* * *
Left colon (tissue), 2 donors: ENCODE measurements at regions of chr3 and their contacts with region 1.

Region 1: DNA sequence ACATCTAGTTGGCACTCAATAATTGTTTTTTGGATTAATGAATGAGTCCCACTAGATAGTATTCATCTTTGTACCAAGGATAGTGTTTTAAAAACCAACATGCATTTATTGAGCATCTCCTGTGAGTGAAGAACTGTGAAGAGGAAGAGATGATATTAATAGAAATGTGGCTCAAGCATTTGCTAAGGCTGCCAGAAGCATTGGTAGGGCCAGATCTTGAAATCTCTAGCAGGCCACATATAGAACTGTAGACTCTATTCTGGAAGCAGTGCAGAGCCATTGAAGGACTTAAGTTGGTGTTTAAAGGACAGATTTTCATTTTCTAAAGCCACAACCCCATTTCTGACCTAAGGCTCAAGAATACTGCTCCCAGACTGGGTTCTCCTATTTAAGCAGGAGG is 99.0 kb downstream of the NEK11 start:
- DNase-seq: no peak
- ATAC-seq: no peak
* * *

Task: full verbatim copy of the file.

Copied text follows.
Left colon (tissue), 2 donors: ENCODE measurements at regions of chr3 and their contacts with region 1.

Region 1: DNA sequence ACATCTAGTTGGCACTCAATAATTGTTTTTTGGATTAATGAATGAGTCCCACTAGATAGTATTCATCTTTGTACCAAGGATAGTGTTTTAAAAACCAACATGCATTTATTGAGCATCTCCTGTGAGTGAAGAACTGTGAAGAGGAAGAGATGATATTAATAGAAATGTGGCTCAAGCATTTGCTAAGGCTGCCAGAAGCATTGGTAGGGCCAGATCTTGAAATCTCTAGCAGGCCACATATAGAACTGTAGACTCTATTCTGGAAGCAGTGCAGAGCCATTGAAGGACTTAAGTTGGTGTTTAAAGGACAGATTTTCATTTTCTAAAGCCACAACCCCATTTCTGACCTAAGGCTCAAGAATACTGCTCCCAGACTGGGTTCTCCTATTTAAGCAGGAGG is 99.0 kb downstream of the NEK11 start:
- DNase-seq: no peak
- ATAC-seq: no peak